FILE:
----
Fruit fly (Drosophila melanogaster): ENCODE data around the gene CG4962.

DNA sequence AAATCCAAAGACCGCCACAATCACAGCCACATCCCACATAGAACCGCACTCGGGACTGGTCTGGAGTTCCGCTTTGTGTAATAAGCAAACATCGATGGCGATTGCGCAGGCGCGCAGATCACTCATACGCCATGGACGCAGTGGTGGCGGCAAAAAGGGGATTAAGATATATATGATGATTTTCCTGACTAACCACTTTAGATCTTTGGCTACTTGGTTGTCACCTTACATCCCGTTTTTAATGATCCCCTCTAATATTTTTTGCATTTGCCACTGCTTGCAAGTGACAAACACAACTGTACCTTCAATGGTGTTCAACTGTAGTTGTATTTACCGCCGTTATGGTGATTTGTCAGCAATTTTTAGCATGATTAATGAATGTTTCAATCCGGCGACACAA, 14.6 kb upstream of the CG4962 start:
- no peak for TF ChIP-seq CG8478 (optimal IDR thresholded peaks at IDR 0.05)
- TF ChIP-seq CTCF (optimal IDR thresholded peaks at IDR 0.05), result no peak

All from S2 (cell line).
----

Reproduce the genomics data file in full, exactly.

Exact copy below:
Fruit fly (Drosophila melanogaster): ENCODE data around the gene CG4962.

DNA sequence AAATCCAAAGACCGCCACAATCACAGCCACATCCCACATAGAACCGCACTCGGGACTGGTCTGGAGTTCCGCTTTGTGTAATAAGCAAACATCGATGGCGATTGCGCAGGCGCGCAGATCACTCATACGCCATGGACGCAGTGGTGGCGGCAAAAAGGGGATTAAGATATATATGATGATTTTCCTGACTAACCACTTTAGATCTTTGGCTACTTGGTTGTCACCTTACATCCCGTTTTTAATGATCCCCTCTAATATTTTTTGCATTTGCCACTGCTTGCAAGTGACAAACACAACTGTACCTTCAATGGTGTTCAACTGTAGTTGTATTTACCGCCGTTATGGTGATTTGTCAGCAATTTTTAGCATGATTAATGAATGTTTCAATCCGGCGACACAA, 14.6 kb upstream of the CG4962 start:
- no peak for TF ChIP-seq CG8478 (optimal IDR thresholded peaks at IDR 0.05)
- TF ChIP-seq CTCF (optimal IDR thresholded peaks at IDR 0.05), result no peak

All from S2 (cell line).